Saratoga Apartments in Boise, ID approved

Lorentz deferred to City of Boise planner Josh Wilson saying “I don’t want to be in trouble,” with a slight laugh.

“There were extensive conversations between the city and the applicant in terms of preserving the alley,” Wilson said. “We do have a deep desire to preserve alleys where they are present. They do provide a number of opportunities to take services off of the streets and keep them in the alleys and break down our blocks to the scale you see in downtown Boise with blocks bifurcated by an alley and two separate buildings. That was at the urging of the city.”

Erstad later said the reworking of the project without the alley was “counterproductive” to some of the other goals of the city, including building additional housing. Committee chair James Marsh differed, noting that the city also wants to cut down on “superblocks,” and preserving view corridors down alleys.

Cutting a corner

The chamfered corner at 13th St. and Front St. on the Saratoga Apartments project. Via Urbal Architecture

The project also revamped the corner of 13th St. and Front St., with a cut corner or chamfer. The City of Boise designates that as a gateway corner and looks for heightened architectural detailing.

“We put a secondary sign and a chamfered corner,” Lorentz said. “We are trying at night to bring in this highlight of these brick items, so they see a very nice entrance, and we hope it serves as a bar to the rest of this district as it continues to develop.”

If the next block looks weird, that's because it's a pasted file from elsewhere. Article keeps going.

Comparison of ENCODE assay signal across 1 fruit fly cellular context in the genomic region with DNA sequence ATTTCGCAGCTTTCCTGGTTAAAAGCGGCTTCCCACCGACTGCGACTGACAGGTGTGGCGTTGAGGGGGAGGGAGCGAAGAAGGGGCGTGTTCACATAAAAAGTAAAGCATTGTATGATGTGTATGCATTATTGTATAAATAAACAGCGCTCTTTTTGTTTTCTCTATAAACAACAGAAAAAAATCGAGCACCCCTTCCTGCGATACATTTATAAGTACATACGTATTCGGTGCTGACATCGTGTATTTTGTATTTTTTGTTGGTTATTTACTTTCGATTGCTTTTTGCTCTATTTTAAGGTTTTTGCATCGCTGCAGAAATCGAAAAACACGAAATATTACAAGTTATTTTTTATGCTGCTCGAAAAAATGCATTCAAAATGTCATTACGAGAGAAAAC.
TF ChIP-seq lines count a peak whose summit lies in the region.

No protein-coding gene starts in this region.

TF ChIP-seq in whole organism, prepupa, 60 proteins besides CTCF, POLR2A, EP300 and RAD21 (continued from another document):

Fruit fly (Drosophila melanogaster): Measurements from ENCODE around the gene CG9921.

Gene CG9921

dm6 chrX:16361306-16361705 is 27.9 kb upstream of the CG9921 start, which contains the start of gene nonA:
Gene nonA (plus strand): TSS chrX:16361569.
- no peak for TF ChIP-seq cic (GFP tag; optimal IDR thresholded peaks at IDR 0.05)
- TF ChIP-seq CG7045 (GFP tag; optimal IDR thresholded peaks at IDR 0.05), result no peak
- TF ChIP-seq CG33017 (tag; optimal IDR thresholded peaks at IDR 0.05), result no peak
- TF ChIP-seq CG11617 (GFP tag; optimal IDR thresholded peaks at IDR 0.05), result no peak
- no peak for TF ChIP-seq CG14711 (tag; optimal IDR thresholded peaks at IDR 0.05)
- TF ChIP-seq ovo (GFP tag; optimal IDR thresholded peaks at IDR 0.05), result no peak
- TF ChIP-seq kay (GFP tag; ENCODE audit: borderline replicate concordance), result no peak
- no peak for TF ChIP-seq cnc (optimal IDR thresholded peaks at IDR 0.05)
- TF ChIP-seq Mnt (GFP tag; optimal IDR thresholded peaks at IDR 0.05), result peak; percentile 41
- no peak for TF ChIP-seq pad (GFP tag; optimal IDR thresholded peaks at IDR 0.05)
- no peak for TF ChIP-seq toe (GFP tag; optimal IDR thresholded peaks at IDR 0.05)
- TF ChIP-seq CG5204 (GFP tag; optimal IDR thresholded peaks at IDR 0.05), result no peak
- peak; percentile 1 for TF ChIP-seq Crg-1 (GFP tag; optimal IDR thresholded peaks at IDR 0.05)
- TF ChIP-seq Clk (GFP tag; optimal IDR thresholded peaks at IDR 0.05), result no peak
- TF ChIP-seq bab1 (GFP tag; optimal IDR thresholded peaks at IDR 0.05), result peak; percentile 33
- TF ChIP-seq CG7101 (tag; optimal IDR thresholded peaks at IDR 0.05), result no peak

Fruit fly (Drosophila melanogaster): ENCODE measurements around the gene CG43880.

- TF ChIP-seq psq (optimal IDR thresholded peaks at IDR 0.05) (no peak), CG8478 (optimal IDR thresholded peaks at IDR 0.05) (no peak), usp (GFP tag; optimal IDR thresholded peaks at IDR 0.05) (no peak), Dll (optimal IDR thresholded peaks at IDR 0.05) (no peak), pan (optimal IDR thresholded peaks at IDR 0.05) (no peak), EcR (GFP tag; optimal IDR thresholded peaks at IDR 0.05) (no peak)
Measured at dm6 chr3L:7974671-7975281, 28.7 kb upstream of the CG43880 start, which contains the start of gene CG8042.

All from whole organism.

The ground floor will include retail spaces, including possible restaurants along Grove St. and 12th St. A bike shop for residents will go in along the corner of Front St. as it nears the I-184 Connector.

The project uses a light brick design with black accents and stucco. Lorentz said they were inspired by existing downtown buildings, including the Owyhee, Empire, Hoff, Borah Post Office, Idaho and Gem & Nobile buildings.

Replacing existing buildings

Several existing buildings on the property will be torn down, including the Boise Creative Center and an office building with a barbershop on the ground floor.

Alex Vega owns a business on the site and testified against the design review approval.

“I actually currently occupy the building that is where this building is proposed, and my building is set to be demolished,” Vega said. “It just really is kind of sad because I don’t know where I’ll go. There’s a lot of things I do out of this facility. I’m an artist, I build and stretch canvases and paint murals, and do custom sign work. I’m a father and this is how I provide for my kids and I don’t know where I would go. I would just hope that when any decisions come across I’ll have ample time to organize my things.”

The design review committee unanimously approved the project.